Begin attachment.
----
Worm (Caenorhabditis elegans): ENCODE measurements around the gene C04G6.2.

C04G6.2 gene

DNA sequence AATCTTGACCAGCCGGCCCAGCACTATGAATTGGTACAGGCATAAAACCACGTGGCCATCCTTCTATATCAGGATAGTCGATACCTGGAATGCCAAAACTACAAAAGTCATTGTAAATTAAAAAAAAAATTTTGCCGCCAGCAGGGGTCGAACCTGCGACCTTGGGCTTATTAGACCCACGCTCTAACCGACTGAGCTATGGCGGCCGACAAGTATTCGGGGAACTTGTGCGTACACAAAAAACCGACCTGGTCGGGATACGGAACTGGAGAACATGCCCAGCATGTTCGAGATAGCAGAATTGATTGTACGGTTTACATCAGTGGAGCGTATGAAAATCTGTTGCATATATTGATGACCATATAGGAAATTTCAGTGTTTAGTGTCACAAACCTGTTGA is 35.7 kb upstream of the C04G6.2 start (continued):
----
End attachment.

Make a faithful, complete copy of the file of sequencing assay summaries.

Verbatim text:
Worm (Caenorhabditis elegans): ENCODE measurements around the gene C04G6.2.

C04G6.2 gene

DNA sequence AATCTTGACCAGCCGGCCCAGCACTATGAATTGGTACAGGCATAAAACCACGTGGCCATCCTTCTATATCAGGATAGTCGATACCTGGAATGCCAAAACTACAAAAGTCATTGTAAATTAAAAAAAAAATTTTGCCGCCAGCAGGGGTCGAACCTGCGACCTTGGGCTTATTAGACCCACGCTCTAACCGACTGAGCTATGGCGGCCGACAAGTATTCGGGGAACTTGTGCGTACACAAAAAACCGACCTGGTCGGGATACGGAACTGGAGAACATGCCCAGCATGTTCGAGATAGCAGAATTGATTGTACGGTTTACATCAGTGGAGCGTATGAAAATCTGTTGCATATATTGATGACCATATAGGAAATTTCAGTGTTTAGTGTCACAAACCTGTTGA is 35.7 kb upstream of the C04G6.2 start (continued):